Surprise Germ Hot Spots in Your Kitchen
You keep the kids' hands out of the cookie bowl, wash all your produce, and regularly scour the counters, but you might be missing the biggest colonies of germs in your kitchen. A new report by NSF International, a non-profit public health and environmental group, hones in on the most germ packed spots in your kitchen and they might surprise you. The group swabbed 14 items in the kitchen of 20 families in Detroit and Ann Arbor, Michigan, checking for colonies of E. coli and salmonella and other bacteria known for causing food-bourne illnesses , and while areas neat freaks harp over like microwave keypads were relatively safe, overlooked spots like refrigerator ice and water dispensers, blender gaskets, and fridge meat and vegetable compartments were teeming with germs.
Food-bourne illnesses are nothing to sniff at, even in our state of the art kitchens with our sponges, bleach blasters, and germophobia. Tens of thousands of people will suffer from food-poisoning each year in the UK and several dozens, usually the elderly, young, or immunocompromised, will die. Avoiding dodgy takeaways and the old E. Coli boogeymen, raw eggs and undercooked meat, won't spare you. Many of those who suffer from food-poisoning will pick it up in their own homes, and from placed their sponges may never have ventured. Leafy vegetables and chicken--home cookgoing mainstays--are responsible for a disproportionate number of cases and they things they touch in the kitchen--utensils, refrigerator compartments--may be the dirtiest places in your kitchen.
In tests fridge vegetable crispers were found to harbor salmonella and listeria, a bacteria particularly dangerous for pregnant women, and meat compartments were rife with salmonella and e. coli. To properly clean these compartments, remove the draw from the fridge and scrub with a clean sponge and mild detergent and rinse dry in the sink with warm water. Clean monthly and anytime you see any leaked meat juices. To avoid cross-contamination keep products separate: divide raw and unwashed produced into individual bags and keep your raw meats and produce in different drawers or shelves. Cross-contamination doesn't just happen behind the fridge door with the light off. Separate raw meats and produce in the grocery cart, during preparation, and wash any appliances and utensils before using them on another ingredient.
Wherever these foods move across the kitchen, from the knives to the blender, they can leave a trail of germs that, if not scrubbed up, can make anyone who enters the kitchen ill. Love juicing veggies for inventive green smoothies? Make sure you're properly cleaning your blender according to the instructional manual. disassembling all the pieces and washing them separately. The blender gasket, the rubber seal at the base that prevents leaks, was found to be a jungle of itty bitty nasties. Utensils like spatulas also have parts that need to be separated if they're going to be properly cleaned. The space where the handle and the scraper of a spatula fit together can be a little warren of germs if you never scrub it out. And can openers may only come into contact with preserved foods, but if you plunk them right back into the drawer after use without a good wash they can breed and then transmit germs.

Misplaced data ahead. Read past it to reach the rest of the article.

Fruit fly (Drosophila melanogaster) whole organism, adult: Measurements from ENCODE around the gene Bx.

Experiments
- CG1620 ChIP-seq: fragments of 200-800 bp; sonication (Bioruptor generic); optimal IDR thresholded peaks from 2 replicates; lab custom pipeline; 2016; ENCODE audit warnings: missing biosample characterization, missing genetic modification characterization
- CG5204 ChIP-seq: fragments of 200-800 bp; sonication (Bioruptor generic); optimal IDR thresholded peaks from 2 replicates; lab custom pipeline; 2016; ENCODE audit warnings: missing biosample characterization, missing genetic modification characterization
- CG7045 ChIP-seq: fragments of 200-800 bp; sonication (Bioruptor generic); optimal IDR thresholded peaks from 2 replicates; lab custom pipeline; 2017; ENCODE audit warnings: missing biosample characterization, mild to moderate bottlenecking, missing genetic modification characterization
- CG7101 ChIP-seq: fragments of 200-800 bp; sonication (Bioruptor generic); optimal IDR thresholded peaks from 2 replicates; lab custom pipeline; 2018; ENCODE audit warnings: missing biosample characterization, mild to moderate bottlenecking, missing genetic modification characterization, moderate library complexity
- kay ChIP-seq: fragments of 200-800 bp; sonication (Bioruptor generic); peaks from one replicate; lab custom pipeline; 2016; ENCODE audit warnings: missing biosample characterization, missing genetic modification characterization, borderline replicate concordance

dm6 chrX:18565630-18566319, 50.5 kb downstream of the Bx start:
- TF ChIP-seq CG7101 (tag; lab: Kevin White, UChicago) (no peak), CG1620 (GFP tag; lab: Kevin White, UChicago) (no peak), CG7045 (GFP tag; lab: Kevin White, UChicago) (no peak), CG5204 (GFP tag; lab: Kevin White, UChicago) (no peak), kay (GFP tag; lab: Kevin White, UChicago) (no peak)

Uncooked vegetables and meats are known culprits of disease but did you know illness can lurk in your kitchen places food never ventures? The moist, dark climates of refrigerator water and ice dispensers were found to house a veritable smorgasbord of micro-organisms, including yeast and mold that can be hazardous for people with allergies. Check your refrigerator manual for guides to cleaning the innards of your fridge and aim to do it twice a year. It may be a hassle to route vinegar through your handy, fridge front water spout, but knowing that convenient glass of water is free of mould? It's worth all the behind the scene tinkering and scrubbing in the world.
Todays post was written by Jenny Cooper from Monkey.co.uk. They compare health insurance prices and donate £10 to charity if you buy a policy. You can find Jenny on Twitter.